Background. This study examines the relevance of the World Health Organization (WHO) optimal range for body mass index (BMI) of 18.5-25 kg/m 2 to morbidity in older women.
Methods. Data were from 11,553 women who completed five mailed surveys at 3-year intervals between 1996 (age 70-75 years) and 2008 (age 82-87 years). Incidence and prevalence of diabetes mellitus (DM), hypertension, heart disease, and osteoporosis; hospital admissions; and mortality were assessed. The association between BMI in 1996 and each outcome was examined using logistic regression models with repeated measures and a proportional hazards model for survival.
Results. There were consistent associations between increasing BMI and increasing incidence and prevalence of DM, hypertension, and heart disease and between increasing BMI and decreasing risk of osteoporosis. The association with hospital admission was J shaped and lowest for BMI of 22-24 kg/m2, whereas the association with mortality was U shaped, being lowest for BMI of 25-27 kg/m2. These associations were not affected by excluding women with cancer or excluding the first 5 years of follow-up.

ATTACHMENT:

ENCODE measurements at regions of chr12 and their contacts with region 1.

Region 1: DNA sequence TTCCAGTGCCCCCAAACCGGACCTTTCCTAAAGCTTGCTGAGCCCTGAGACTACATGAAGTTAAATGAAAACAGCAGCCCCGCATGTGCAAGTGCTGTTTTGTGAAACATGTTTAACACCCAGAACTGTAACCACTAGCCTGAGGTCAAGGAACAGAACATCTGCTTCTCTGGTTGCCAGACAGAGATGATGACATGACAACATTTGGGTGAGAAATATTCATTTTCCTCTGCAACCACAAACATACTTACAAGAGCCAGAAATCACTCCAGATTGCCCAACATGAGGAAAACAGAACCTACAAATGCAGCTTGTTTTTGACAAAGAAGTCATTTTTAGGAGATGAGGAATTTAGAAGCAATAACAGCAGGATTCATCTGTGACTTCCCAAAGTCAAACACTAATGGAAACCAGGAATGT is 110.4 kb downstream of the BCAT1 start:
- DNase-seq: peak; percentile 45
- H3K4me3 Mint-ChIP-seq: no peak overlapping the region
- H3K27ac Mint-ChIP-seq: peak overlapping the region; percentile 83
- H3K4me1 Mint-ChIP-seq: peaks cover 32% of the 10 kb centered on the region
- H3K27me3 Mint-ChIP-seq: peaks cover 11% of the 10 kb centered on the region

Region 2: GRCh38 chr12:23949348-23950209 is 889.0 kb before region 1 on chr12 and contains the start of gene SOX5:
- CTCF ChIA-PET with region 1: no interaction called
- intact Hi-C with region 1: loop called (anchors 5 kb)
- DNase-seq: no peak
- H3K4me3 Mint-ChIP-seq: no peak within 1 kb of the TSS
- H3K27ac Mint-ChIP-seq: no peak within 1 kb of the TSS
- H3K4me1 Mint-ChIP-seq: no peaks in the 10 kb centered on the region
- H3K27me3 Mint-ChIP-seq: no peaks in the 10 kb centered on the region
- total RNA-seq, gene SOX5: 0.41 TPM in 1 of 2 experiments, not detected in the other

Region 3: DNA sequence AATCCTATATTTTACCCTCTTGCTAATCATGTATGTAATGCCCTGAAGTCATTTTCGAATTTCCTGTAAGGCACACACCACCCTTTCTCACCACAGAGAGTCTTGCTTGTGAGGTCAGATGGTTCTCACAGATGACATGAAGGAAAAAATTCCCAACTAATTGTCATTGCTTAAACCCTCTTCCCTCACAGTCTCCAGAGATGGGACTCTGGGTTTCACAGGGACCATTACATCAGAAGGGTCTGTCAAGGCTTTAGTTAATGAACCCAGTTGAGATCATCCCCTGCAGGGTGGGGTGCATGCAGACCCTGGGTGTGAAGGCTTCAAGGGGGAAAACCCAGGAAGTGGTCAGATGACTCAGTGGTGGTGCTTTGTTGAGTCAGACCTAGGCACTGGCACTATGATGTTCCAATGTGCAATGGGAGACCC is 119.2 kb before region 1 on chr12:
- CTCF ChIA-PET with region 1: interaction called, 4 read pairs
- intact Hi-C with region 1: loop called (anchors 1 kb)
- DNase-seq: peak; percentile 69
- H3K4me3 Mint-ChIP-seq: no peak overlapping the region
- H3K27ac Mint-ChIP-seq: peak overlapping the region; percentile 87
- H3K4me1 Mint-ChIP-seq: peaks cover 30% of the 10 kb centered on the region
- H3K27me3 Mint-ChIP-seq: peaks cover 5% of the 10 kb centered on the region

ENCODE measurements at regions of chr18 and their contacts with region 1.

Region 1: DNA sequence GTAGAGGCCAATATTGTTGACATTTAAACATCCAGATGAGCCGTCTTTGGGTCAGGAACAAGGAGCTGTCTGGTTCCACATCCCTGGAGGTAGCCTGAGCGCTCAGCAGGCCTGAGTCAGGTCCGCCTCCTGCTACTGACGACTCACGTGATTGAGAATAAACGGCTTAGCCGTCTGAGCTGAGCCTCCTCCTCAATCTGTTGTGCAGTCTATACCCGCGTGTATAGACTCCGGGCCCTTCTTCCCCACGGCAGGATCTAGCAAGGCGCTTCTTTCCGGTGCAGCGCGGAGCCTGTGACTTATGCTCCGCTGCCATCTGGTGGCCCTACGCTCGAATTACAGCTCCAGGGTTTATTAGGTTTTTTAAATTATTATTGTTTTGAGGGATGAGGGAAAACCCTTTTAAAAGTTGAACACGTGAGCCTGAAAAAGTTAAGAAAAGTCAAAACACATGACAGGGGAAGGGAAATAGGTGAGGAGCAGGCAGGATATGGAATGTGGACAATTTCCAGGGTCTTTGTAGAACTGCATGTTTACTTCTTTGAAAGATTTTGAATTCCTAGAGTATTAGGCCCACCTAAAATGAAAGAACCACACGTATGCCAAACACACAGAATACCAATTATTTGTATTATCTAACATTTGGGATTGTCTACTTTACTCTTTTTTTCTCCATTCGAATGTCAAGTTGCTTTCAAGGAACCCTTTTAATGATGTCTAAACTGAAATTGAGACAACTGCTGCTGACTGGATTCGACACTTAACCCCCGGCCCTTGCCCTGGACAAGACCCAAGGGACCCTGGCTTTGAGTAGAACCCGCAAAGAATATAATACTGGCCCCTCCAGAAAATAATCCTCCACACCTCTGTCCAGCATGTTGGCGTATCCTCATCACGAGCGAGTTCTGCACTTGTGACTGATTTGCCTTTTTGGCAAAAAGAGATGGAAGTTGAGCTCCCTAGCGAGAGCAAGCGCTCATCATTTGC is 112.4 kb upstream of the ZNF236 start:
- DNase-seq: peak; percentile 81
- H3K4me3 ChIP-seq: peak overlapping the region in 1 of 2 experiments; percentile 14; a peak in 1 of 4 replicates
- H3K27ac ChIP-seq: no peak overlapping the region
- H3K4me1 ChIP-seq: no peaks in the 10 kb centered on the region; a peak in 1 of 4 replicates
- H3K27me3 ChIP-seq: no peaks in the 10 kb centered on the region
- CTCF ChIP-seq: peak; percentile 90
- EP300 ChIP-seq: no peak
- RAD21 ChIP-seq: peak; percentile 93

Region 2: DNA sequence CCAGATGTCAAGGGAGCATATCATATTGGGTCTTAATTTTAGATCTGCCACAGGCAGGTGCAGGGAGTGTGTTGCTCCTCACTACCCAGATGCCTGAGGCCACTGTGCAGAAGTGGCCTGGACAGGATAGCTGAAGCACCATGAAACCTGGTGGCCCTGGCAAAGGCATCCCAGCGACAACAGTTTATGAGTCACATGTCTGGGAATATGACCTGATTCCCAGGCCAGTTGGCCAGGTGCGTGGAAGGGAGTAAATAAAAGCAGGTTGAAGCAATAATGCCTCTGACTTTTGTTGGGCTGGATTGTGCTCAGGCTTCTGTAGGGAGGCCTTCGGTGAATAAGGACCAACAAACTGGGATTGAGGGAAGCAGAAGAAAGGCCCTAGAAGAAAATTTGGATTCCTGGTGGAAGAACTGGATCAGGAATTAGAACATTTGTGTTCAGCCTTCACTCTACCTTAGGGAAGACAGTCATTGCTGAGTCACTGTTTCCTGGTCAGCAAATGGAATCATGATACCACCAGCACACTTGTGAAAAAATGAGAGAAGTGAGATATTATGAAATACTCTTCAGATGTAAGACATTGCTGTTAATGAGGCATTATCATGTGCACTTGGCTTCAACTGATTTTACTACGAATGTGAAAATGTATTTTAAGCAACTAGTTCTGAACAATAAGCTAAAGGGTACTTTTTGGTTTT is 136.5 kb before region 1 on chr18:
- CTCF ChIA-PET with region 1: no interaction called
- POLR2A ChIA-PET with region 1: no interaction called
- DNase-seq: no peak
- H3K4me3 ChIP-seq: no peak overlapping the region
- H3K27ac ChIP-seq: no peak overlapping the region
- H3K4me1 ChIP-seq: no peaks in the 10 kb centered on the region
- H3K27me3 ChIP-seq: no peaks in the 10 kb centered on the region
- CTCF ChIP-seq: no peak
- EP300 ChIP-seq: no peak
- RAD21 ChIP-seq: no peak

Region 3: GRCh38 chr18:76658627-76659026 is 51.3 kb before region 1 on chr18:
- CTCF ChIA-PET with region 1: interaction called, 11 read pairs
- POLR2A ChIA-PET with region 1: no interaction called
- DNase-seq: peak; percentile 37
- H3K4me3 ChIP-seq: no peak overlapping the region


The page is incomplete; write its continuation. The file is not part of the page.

Conclusions. These results illustrate the complexity of determining the optimal BMI range for women who survived to age 70-75 years. Although the WHO recommendation is appropriate for DM, hypertension, heart disease, and hospitalization, a slightly higher BMI range may be optimal for osteoporosis and mortality.
|Number of pages||7|
|Journal||Journals of Gerontology - Series A Biological Sciences and Medical Sciences|
|Publication status||Published - Aug 2010|